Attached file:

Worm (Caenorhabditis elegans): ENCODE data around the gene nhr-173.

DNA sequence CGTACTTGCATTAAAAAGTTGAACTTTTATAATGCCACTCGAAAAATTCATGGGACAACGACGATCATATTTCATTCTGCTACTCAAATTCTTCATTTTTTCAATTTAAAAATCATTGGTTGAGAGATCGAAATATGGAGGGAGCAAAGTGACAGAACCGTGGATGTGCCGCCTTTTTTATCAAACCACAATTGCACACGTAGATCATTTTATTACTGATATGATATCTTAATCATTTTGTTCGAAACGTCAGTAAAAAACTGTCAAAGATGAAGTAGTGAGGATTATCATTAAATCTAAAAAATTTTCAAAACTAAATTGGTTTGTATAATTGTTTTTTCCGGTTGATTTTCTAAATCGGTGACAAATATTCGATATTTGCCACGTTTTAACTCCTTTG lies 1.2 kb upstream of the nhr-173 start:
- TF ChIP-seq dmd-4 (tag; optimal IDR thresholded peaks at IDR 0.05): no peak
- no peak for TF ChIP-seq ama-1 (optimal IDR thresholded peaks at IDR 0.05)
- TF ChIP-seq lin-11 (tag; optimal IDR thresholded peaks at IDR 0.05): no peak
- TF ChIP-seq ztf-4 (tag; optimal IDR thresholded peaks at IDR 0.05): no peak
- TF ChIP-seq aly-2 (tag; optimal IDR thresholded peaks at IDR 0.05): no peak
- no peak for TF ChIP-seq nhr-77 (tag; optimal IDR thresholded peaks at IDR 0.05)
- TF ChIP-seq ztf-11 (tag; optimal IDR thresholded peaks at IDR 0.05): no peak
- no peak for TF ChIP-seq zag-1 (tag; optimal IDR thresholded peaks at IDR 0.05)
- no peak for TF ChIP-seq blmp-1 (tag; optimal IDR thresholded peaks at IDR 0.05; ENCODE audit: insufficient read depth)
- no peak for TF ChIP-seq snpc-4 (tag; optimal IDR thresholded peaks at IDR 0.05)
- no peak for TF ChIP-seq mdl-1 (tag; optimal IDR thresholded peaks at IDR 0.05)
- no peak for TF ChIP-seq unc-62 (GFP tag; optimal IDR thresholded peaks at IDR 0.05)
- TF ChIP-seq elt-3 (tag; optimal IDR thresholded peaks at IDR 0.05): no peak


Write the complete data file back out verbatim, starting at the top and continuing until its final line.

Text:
Worm (Caenorhabditis elegans): ENCODE data around the gene nhr-173.

DNA sequence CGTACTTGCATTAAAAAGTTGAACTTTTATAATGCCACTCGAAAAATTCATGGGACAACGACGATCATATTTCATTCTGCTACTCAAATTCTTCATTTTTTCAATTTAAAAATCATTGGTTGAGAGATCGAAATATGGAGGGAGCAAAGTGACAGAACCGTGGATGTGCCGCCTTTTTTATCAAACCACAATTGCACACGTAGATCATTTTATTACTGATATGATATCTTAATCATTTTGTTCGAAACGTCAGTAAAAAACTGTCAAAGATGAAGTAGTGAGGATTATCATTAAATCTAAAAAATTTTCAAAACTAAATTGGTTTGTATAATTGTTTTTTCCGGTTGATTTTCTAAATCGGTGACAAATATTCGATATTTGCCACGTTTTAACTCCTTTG lies 1.2 kb upstream of the nhr-173 start:
- TF ChIP-seq dmd-4 (tag; optimal IDR thresholded peaks at IDR 0.05): no peak
- no peak for TF ChIP-seq ama-1 (optimal IDR thresholded peaks at IDR 0.05)
- TF ChIP-seq lin-11 (tag; optimal IDR thresholded peaks at IDR 0.05): no peak
- TF ChIP-seq ztf-4 (tag; optimal IDR thresholded peaks at IDR 0.05): no peak
- TF ChIP-seq aly-2 (tag; optimal IDR thresholded peaks at IDR 0.05): no peak
- no peak for TF ChIP-seq nhr-77 (tag; optimal IDR thresholded peaks at IDR 0.05)
- TF ChIP-seq ztf-11 (tag; optimal IDR thresholded peaks at IDR 0.05): no peak
- no peak for TF ChIP-seq zag-1 (tag; optimal IDR thresholded peaks at IDR 0.05)
- no peak for TF ChIP-seq blmp-1 (tag; optimal IDR thresholded peaks at IDR 0.05; ENCODE audit: insufficient read depth)
- no peak for TF ChIP-seq snpc-4 (tag; optimal IDR thresholded peaks at IDR 0.05)
- no peak for TF ChIP-seq mdl-1 (tag; optimal IDR thresholded peaks at IDR 0.05)
- no peak for TF ChIP-seq unc-62 (GFP tag; optimal IDR thresholded peaks at IDR 0.05)
- TF ChIP-seq elt-3 (tag; optimal IDR thresholded peaks at IDR 0.05): no peak